New Photo Gallery Created

If you look up, you’ll see a new link: Photo Galleries.

I wrote some code to leverage the existing gallery engine that I’m using and display a nice listing of the galleries that I have to show. I’m running the exec-php plugin to allow me to actually embed code in my posts and pages, which increases WordPress’s versatility exponentially in my opinion. I used it a while back while running my old D&D Blog, but haven’t really had need to dabble with it for quite some time. I wanted to find a “simple solution” for a gallery display and I think this is it.

I had to make a minor code change to a NextGEN Gallery module in the end, but it was amazingly trivial. While I’ve been working on this for about 4 hours, it was also while chatting, browsing and watching The Big Lebowski – so I definitely didn’t have my head buried in code the whole time. The biggest issue was tracking down the NextGEN Gallery issue, which turned out to be the addition of just two lines of code. I still want to add some error handling/sanity test code to the gallery wrapper, but it’s ready to go as-is.

Definitely feeling good about finally having a nice gallery browser. I’m sure I’ll extend it over time.

Feb 28th, 2009 | Posted in Photography, Programming, Site News
  1. Amarnath Ravva
    Jul 16th, 2012 at 00:21 | #1


    I’m making a similar photo gallery with nextgen and I’m stumped in how to pass the variable in the same way you did for pagination (i.e. &nggpage=2). Could you tell me what you did?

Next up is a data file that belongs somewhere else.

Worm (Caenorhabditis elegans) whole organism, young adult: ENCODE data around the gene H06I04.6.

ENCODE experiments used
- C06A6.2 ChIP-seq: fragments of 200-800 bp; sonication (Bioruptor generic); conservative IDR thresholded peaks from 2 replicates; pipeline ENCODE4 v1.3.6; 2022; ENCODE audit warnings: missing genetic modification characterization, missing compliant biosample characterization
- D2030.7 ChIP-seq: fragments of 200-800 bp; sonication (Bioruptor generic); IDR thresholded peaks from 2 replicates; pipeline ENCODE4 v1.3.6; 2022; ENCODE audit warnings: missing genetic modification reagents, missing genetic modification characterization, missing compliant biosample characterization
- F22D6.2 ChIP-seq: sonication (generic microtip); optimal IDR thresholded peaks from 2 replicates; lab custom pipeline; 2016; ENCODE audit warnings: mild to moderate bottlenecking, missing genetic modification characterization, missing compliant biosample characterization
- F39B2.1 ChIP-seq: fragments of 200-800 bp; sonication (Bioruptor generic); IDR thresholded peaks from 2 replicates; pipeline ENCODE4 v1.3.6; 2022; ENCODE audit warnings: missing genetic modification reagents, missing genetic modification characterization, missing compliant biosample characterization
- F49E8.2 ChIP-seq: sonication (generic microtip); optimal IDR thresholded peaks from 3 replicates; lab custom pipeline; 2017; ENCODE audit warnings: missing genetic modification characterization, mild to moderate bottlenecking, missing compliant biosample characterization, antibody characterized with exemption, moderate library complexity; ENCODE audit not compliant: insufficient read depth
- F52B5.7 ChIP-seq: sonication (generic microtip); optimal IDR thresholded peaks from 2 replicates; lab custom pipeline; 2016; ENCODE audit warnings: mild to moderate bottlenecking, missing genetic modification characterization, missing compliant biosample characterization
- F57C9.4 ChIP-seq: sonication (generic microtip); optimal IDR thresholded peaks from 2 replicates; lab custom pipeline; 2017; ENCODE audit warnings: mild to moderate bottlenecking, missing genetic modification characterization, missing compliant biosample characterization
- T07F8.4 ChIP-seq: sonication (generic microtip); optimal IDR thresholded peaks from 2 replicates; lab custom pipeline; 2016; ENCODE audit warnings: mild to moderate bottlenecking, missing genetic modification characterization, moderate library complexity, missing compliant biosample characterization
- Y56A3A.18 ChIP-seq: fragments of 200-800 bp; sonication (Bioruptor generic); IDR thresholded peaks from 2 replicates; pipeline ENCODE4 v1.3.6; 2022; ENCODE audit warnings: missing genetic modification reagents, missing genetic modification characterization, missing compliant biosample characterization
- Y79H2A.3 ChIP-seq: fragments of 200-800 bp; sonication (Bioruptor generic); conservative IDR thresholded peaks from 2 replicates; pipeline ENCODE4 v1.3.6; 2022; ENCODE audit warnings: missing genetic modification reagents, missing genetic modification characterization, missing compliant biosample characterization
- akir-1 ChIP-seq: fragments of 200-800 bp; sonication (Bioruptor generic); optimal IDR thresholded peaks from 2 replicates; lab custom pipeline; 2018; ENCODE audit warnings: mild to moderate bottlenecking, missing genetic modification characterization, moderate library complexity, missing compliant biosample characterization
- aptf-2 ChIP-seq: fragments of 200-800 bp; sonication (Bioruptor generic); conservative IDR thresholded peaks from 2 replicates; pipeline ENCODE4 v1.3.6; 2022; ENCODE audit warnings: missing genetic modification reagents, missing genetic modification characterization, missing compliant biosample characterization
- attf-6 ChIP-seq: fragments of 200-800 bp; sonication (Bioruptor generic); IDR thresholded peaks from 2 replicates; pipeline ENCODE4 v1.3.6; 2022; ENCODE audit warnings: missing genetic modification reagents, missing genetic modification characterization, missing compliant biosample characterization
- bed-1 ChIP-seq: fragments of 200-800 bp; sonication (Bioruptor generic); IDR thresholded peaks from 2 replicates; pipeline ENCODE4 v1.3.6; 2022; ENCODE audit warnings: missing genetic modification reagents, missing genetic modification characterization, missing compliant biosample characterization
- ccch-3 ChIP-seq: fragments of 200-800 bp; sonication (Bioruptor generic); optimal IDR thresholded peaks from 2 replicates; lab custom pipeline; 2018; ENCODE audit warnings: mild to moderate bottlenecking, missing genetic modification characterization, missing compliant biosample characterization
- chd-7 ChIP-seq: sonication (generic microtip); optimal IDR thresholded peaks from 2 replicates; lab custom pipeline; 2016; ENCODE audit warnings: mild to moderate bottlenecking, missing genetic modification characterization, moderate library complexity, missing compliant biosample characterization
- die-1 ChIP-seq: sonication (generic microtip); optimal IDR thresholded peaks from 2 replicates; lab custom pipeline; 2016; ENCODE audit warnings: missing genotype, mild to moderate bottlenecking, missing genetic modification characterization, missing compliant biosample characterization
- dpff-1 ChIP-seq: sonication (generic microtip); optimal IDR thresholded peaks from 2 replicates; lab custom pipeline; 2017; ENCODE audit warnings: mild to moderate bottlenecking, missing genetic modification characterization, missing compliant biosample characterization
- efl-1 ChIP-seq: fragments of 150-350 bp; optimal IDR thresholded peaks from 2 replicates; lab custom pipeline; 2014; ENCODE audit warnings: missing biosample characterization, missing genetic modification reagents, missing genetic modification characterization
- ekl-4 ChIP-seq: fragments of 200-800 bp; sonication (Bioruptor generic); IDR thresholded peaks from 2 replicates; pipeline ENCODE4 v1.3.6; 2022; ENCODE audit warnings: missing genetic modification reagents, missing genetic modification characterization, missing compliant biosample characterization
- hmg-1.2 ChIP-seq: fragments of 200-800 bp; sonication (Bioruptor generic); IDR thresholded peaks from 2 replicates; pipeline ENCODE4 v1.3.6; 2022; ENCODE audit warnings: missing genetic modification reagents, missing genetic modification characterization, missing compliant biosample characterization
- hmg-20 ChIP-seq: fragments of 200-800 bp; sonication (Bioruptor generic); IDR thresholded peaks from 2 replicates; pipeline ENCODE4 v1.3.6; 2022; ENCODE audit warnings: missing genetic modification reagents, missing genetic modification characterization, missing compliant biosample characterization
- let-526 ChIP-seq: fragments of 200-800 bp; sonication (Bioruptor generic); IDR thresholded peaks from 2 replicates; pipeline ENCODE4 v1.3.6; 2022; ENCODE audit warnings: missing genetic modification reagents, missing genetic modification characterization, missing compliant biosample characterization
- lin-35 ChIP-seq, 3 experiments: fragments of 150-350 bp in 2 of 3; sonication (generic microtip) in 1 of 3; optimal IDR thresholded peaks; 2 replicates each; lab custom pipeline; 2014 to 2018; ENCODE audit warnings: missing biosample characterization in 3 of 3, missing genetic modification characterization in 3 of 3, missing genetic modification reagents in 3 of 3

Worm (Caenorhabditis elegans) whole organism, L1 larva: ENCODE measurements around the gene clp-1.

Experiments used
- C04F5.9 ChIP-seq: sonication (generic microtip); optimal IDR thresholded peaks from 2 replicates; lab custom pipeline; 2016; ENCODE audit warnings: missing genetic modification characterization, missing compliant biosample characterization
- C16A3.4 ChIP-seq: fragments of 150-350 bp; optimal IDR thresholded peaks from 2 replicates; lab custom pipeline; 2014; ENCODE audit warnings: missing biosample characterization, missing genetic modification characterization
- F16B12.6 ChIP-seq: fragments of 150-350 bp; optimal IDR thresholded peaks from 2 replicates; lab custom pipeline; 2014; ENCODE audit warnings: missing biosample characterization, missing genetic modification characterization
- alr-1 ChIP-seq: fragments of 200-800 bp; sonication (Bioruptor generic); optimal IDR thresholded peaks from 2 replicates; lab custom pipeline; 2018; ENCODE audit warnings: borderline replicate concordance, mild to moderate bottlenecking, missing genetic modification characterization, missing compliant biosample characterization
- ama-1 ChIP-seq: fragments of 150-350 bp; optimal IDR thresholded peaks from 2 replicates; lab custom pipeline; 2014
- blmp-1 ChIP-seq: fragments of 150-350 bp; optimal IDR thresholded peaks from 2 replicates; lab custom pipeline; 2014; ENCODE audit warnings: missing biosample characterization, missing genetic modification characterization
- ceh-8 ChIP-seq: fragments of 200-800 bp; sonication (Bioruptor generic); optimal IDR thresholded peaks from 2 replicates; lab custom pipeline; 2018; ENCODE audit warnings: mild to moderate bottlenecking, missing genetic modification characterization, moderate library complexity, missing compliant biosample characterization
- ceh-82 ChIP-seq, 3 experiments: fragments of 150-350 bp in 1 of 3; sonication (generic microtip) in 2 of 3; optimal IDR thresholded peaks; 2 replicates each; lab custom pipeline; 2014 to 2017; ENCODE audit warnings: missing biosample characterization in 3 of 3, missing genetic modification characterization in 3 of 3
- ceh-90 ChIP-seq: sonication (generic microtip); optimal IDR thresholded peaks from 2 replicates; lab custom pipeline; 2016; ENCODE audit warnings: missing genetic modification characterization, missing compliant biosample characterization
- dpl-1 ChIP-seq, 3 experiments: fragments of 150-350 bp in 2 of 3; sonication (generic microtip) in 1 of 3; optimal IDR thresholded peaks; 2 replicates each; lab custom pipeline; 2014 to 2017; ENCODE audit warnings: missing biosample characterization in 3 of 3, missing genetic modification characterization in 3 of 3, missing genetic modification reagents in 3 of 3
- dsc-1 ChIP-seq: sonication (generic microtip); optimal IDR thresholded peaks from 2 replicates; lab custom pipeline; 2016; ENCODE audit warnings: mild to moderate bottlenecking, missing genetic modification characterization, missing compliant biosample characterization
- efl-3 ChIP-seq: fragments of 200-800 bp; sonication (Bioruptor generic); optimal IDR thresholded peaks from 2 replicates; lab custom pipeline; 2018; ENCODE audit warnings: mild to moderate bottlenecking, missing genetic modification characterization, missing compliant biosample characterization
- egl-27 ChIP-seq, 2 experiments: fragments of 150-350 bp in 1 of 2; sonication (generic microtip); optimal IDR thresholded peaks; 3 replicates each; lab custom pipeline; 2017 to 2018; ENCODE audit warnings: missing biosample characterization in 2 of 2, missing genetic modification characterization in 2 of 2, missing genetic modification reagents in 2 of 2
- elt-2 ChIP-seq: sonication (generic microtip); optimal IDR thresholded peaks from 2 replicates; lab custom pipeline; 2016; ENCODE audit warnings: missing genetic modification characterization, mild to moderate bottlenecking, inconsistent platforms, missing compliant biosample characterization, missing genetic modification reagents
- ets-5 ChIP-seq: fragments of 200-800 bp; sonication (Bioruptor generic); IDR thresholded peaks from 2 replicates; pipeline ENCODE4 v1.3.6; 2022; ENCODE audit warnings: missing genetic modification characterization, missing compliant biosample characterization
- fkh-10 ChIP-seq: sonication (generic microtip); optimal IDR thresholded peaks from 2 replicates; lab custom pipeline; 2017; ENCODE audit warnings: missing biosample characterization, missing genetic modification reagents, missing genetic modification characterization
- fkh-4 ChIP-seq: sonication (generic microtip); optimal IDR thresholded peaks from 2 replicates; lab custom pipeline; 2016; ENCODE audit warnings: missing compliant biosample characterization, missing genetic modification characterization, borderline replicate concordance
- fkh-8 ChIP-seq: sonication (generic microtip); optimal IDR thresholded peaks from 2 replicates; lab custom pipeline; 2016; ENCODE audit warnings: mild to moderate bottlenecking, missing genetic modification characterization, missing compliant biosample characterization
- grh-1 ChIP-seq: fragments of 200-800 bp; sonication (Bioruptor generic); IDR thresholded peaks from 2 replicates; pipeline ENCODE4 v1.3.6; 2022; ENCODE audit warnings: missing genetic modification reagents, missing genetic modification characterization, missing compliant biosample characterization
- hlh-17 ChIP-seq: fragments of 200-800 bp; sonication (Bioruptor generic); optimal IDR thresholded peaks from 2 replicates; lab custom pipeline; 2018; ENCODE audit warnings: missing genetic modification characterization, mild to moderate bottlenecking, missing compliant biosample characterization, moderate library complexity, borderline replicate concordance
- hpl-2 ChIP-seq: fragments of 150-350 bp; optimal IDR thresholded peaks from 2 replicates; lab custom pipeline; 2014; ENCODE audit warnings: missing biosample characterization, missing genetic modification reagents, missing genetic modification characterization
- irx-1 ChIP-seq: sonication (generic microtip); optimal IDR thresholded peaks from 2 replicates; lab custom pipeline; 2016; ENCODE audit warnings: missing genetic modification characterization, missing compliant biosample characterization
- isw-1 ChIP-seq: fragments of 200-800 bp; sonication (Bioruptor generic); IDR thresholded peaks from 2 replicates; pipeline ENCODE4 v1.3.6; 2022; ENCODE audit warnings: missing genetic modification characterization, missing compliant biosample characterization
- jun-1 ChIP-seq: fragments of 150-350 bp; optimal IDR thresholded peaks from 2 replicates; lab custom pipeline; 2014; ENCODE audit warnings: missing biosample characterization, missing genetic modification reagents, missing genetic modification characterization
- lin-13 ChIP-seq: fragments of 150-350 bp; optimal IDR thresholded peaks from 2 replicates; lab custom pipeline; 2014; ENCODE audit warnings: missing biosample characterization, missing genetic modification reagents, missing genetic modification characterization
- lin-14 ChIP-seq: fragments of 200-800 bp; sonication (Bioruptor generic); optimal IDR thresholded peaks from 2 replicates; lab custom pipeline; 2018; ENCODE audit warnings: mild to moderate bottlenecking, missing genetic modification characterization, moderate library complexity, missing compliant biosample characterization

2. Mike
    Jul 16th, 2012 at 06:05 | #2


    Originally, I needed to add explicit support to NGG to accept and pass a query string. I added the following section to the get_permalink() function in nextgen-gallery/lib/rewrite.php:

    // 6. If There's A Query String, Pass That Too
    if (isset($_SERVER['QUERY_STRING'])) {
    $url .= "/?".$_SERVER['QUERY_STRING'];

    While I’m a bit behind on updates, the last upgrades I’ve done didn’t require this hack to work properly and the query string was being passed without additional changes.

    Beyond that, NGG handles the pagination all by itself. I just had to ensure that it was passed along to each successive page call.

    I just leverage nggtags gallery shortcode and pass in the tag via the gallery= query string.

    So ultimately, the code boils down to printing out something like:

    [nggtags gallery=$gallery]

    where $gallery is one of the valid tags that I’ve used to tag my images in NGG.

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